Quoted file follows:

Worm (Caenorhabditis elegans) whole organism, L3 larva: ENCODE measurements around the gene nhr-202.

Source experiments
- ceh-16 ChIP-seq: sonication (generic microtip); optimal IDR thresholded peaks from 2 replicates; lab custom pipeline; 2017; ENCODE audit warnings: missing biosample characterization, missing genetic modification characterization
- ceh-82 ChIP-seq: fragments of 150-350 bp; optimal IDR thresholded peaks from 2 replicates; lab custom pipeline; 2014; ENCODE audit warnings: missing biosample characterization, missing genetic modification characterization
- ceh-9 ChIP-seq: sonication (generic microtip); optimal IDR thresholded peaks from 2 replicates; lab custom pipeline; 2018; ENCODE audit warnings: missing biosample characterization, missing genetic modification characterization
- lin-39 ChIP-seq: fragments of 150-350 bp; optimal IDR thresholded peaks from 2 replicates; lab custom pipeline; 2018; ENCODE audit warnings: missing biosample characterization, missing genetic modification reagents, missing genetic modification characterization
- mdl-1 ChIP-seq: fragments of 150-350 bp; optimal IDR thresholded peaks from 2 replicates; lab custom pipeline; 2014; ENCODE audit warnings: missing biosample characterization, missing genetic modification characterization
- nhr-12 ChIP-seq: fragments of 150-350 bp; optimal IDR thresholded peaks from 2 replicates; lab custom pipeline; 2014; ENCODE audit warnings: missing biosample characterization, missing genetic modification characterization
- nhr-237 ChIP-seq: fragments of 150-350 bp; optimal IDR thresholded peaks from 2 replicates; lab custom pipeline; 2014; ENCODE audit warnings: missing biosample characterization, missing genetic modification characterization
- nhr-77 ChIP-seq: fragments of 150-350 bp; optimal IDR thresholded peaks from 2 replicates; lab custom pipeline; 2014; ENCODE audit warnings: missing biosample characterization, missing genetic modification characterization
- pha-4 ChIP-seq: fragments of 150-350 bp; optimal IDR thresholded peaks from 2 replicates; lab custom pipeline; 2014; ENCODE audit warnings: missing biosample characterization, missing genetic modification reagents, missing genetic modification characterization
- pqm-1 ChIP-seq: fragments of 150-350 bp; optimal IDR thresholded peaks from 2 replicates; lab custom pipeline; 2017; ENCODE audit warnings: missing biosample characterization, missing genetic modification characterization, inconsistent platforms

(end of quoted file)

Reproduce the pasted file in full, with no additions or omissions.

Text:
Worm (Caenorhabditis elegans) whole organism, L3 larva: ENCODE measurements around the gene nhr-202.

Source experiments
- ceh-16 ChIP-seq: sonication (generic microtip); optimal IDR thresholded peaks from 2 replicates; lab custom pipeline; 2017; ENCODE audit warnings: missing biosample characterization, missing genetic modification characterization
- ceh-82 ChIP-seq: fragments of 150-350 bp; optimal IDR thresholded peaks from 2 replicates; lab custom pipeline; 2014; ENCODE audit warnings: missing biosample characterization, missing genetic modification characterization
- ceh-9 ChIP-seq: sonication (generic microtip); optimal IDR thresholded peaks from 2 replicates; lab custom pipeline; 2018; ENCODE audit warnings: missing biosample characterization, missing genetic modification characterization
- lin-39 ChIP-seq: fragments of 150-350 bp; optimal IDR thresholded peaks from 2 replicates; lab custom pipeline; 2018; ENCODE audit warnings: missing biosample characterization, missing genetic modification reagents, missing genetic modification characterization
- mdl-1 ChIP-seq: fragments of 150-350 bp; optimal IDR thresholded peaks from 2 replicates; lab custom pipeline; 2014; ENCODE audit warnings: missing biosample characterization, missing genetic modification characterization
- nhr-12 ChIP-seq: fragments of 150-350 bp; optimal IDR thresholded peaks from 2 replicates; lab custom pipeline; 2014; ENCODE audit warnings: missing biosample characterization, missing genetic modification characterization
- nhr-237 ChIP-seq: fragments of 150-350 bp; optimal IDR thresholded peaks from 2 replicates; lab custom pipeline; 2014; ENCODE audit warnings: missing biosample characterization, missing genetic modification characterization
- nhr-77 ChIP-seq: fragments of 150-350 bp; optimal IDR thresholded peaks from 2 replicates; lab custom pipeline; 2014; ENCODE audit warnings: missing biosample characterization, missing genetic modification characterization
- pha-4 ChIP-seq: fragments of 150-350 bp; optimal IDR thresholded peaks from 2 replicates; lab custom pipeline; 2014; ENCODE audit warnings: missing biosample characterization, missing genetic modification reagents, missing genetic modification characterization
- pqm-1 ChIP-seq: fragments of 150-350 bp; optimal IDR thresholded peaks from 2 replicates; lab custom pipeline; 2017; ENCODE audit warnings: missing biosample characterization, missing genetic modification characterization, inconsistent platforms